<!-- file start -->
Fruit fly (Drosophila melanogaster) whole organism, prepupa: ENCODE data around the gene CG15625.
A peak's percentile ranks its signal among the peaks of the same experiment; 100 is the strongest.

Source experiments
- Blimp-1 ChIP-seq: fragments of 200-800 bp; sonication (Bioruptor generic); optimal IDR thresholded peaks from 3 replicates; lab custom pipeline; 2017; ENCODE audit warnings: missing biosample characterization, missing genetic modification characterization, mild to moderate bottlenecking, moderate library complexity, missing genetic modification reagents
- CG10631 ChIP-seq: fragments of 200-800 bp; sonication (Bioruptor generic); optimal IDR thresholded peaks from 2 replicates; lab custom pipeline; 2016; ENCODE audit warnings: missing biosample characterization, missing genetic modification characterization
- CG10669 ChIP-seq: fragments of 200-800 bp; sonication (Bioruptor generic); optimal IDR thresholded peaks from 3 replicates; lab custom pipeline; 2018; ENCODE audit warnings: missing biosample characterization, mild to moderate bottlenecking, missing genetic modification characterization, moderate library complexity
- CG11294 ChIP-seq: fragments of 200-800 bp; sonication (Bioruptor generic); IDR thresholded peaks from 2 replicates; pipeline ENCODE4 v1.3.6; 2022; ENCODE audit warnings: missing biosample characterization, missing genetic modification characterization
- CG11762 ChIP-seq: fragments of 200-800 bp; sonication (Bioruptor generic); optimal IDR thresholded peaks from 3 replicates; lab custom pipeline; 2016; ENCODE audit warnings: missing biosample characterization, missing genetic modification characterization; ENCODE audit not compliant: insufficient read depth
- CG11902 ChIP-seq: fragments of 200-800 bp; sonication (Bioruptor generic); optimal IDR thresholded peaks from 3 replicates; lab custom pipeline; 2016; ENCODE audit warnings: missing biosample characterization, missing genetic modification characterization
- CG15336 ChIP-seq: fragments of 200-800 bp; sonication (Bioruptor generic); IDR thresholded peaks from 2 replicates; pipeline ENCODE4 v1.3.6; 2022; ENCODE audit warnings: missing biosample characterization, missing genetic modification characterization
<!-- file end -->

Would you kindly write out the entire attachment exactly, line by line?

Fruit fly (Drosophila melanogaster) whole organism, prepupa: ENCODE data around the gene CG15625.
A peak's percentile ranks its signal among the peaks of the same experiment; 100 is the strongest.

Source experiments
- Blimp-1 ChIP-seq: fragments of 200-800 bp; sonication (Bioruptor generic); optimal IDR thresholded peaks from 3 replicates; lab custom pipeline; 2017; ENCODE audit warnings: missing biosample characterization, missing genetic modification characterization, mild to moderate bottlenecking, moderate library complexity, missing genetic modification reagents
- CG10631 ChIP-seq: fragments of 200-800 bp; sonication (Bioruptor generic); optimal IDR thresholded peaks from 2 replicates; lab custom pipeline; 2016; ENCODE audit warnings: missing biosample characterization, missing genetic modification characterization
- CG10669 ChIP-seq: fragments of 200-800 bp; sonication (Bioruptor generic); optimal IDR thresholded peaks from 3 replicates; lab custom pipeline; 2018; ENCODE audit warnings: missing biosample characterization, mild to moderate bottlenecking, missing genetic modification characterization, moderate library complexity
- CG11294 ChIP-seq: fragments of 200-800 bp; sonication (Bioruptor generic); IDR thresholded peaks from 2 replicates; pipeline ENCODE4 v1.3.6; 2022; ENCODE audit warnings: missing biosample characterization, missing genetic modification characterization
- CG11762 ChIP-seq: fragments of 200-800 bp; sonication (Bioruptor generic); optimal IDR thresholded peaks from 3 replicates; lab custom pipeline; 2016; ENCODE audit warnings: missing biosample characterization, missing genetic modification characterization; ENCODE audit not compliant: insufficient read depth
- CG11902 ChIP-seq: fragments of 200-800 bp; sonication (Bioruptor generic); optimal IDR thresholded peaks from 3 replicates; lab custom pipeline; 2016; ENCODE audit warnings: missing biosample characterization, missing genetic modification characterization
- CG15336 ChIP-seq: fragments of 200-800 bp; sonication (Bioruptor generic); IDR thresholded peaks from 2 replicates; pipeline ENCODE4 v1.3.6; 2022; ENCODE audit warnings: missing biosample characterization, missing genetic modification characterization